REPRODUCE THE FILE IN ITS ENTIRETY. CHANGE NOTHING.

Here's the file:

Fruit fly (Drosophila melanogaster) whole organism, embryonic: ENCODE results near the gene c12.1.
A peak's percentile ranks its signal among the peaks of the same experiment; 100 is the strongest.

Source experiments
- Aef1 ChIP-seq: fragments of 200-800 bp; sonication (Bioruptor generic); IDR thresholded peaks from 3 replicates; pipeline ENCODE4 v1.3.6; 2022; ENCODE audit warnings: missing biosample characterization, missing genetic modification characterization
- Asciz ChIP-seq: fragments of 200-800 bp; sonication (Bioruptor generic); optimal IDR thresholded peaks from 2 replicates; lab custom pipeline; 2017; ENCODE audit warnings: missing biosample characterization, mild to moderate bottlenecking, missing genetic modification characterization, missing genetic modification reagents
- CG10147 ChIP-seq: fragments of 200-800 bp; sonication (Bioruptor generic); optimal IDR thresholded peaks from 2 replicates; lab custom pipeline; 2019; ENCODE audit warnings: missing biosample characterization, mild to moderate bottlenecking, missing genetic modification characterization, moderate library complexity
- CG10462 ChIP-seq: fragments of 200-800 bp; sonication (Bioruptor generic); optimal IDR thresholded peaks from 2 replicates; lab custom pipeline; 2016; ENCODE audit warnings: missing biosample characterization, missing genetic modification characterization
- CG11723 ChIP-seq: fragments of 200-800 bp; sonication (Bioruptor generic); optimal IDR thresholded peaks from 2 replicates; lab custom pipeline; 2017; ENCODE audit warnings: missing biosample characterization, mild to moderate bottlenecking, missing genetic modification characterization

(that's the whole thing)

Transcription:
Fruit fly (Drosophila melanogaster) whole organism, embryonic: ENCODE results near the gene c12.1.
A peak's percentile ranks its signal among the peaks of the same experiment; 100 is the strongest.

Source experiments
- Aef1 ChIP-seq: fragments of 200-800 bp; sonication (Bioruptor generic); IDR thresholded peaks from 3 replicates; pipeline ENCODE4 v1.3.6; 2022; ENCODE audit warnings: missing biosample characterization, missing genetic modification characterization
- Asciz ChIP-seq: fragments of 200-800 bp; sonication (Bioruptor generic); optimal IDR thresholded peaks from 2 replicates; lab custom pipeline; 2017; ENCODE audit warnings: missing biosample characterization, mild to moderate bottlenecking, missing genetic modification characterization, missing genetic modification reagents
- CG10147 ChIP-seq: fragments of 200-800 bp; sonication (Bioruptor generic); optimal IDR thresholded peaks from 2 replicates; lab custom pipeline; 2019; ENCODE audit warnings: missing biosample characterization, mild to moderate bottlenecking, missing genetic modification characterization, moderate library complexity
- CG10462 ChIP-seq: fragments of 200-800 bp; sonication (Bioruptor generic); optimal IDR thresholded peaks from 2 replicates; lab custom pipeline; 2016; ENCODE audit warnings: missing biosample characterization, missing genetic modification characterization
- CG11723 ChIP-seq: fragments of 200-800 bp; sonication (Bioruptor generic); optimal IDR thresholded peaks from 2 replicates; lab custom pipeline; 2017; ENCODE audit warnings: missing biosample characterization, mild to moderate bottlenecking, missing genetic modification characterization